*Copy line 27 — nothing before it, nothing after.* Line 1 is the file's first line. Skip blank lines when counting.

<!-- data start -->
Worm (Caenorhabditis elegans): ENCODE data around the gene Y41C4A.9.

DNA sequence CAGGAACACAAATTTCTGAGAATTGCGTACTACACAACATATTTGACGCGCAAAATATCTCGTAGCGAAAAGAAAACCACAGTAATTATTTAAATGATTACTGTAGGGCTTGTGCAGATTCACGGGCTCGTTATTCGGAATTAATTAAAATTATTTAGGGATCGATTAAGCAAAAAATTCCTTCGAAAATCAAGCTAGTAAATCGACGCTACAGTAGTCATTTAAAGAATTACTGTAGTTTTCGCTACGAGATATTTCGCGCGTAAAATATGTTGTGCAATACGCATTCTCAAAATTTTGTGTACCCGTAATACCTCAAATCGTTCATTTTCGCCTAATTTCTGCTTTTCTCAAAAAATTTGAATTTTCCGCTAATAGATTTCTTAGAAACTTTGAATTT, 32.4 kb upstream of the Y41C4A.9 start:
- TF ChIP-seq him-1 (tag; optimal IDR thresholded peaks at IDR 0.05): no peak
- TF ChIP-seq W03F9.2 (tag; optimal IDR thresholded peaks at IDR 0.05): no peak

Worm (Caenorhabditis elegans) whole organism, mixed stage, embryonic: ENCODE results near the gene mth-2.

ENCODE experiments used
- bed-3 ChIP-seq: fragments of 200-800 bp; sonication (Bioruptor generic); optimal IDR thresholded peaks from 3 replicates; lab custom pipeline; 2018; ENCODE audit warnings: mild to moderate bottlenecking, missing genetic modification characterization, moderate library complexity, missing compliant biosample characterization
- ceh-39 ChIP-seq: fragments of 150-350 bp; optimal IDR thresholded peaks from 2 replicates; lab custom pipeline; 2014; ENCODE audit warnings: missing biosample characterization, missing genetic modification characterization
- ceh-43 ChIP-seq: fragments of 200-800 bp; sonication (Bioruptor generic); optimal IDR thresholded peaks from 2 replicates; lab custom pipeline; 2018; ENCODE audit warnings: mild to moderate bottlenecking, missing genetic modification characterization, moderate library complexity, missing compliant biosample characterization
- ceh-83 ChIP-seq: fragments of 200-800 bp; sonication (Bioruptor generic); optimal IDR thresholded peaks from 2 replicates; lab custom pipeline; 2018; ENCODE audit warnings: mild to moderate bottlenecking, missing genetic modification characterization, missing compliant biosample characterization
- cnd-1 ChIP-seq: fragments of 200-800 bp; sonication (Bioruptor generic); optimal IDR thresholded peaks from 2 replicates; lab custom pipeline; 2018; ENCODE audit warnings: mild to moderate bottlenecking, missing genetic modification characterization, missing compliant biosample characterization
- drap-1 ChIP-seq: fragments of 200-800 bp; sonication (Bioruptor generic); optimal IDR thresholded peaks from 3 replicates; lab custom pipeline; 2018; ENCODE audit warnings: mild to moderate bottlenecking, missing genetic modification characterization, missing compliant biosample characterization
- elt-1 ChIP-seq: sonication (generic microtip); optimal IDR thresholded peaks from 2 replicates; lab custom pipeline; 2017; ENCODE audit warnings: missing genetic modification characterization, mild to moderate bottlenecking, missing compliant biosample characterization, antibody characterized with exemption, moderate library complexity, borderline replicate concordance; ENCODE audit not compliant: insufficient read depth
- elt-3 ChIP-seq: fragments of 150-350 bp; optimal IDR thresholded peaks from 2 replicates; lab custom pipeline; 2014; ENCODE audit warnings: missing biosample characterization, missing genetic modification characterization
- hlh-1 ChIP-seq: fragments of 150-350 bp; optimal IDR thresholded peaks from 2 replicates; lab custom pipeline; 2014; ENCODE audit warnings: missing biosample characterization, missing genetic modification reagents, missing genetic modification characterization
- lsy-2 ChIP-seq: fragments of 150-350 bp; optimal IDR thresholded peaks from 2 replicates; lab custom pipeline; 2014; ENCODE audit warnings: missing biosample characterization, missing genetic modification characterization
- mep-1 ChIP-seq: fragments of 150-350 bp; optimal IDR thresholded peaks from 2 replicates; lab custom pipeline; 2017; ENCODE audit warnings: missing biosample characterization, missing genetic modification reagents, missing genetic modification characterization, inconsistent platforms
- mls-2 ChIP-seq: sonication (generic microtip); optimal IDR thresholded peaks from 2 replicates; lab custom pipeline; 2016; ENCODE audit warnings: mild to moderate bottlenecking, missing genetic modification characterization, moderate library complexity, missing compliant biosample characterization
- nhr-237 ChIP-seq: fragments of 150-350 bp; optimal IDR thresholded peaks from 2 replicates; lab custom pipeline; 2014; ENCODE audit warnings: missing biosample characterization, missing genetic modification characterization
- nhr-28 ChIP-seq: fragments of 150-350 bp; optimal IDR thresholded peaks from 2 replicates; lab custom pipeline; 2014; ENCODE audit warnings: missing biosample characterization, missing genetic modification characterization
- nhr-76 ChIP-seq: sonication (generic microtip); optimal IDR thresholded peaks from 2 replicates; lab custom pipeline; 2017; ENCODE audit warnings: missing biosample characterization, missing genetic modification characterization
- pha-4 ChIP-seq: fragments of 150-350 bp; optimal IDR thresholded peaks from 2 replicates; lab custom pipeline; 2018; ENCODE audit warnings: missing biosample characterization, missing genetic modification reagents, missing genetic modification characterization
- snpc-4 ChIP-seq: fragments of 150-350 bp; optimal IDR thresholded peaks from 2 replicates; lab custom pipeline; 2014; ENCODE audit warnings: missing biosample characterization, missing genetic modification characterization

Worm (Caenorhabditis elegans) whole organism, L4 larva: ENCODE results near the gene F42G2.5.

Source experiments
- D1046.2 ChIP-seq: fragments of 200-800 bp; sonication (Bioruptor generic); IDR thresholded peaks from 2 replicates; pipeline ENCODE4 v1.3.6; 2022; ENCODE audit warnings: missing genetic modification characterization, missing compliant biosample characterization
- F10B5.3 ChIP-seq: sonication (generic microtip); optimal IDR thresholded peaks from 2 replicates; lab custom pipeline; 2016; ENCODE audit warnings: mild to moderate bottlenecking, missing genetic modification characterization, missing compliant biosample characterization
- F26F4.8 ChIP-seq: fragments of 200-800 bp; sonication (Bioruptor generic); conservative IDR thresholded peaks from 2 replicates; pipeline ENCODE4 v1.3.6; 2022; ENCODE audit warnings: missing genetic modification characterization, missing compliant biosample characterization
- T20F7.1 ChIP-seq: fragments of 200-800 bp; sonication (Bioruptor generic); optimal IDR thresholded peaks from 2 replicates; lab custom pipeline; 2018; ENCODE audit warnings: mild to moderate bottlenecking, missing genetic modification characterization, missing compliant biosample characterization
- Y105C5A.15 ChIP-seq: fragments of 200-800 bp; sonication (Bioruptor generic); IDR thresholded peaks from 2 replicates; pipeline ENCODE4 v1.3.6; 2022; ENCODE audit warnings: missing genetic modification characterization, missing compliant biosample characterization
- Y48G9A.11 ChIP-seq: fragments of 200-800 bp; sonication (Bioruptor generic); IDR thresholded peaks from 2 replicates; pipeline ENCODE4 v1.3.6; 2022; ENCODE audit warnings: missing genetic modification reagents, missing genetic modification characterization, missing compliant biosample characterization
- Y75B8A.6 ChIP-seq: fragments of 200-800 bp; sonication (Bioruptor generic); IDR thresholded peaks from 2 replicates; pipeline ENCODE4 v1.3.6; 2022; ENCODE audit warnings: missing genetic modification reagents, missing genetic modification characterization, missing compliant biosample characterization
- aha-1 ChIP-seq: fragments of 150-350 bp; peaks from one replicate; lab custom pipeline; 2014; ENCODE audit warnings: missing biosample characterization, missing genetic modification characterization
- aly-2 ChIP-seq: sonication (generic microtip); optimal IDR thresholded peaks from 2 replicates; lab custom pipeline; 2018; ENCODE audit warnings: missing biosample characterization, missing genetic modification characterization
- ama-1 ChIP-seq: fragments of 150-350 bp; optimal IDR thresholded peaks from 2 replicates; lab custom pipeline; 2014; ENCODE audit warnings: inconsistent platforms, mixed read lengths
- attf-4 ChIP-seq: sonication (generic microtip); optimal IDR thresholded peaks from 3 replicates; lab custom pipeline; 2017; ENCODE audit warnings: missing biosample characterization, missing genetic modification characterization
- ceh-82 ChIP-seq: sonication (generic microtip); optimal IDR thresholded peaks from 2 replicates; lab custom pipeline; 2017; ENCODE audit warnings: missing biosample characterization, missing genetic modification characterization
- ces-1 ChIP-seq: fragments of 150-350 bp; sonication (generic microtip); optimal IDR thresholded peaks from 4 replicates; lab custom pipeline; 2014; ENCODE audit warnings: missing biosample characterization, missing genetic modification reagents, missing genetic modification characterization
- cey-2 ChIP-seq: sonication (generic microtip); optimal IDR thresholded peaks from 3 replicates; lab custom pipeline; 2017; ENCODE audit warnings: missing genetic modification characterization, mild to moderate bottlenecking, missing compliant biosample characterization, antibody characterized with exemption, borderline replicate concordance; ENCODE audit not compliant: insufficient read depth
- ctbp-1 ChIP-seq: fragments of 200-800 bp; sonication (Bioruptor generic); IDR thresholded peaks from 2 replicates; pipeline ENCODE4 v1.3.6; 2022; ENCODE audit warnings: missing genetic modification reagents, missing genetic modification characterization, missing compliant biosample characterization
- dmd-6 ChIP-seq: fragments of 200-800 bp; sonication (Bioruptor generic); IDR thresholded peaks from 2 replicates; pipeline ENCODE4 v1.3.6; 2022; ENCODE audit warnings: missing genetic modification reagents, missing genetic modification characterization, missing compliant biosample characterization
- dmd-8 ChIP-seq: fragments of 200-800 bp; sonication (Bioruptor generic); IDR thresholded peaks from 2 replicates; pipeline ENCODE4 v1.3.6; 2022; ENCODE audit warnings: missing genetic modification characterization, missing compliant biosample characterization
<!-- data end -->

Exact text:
- F10B5.3 ChIP-seq: sonication (generic microtip); optimal IDR thresholded peaks from 2 replicates; lab custom pipeline; 2016; ENCODE audit warnings: mild to moderate bottlenecking, missing genetic modification characterization, missing compliant biosample characterization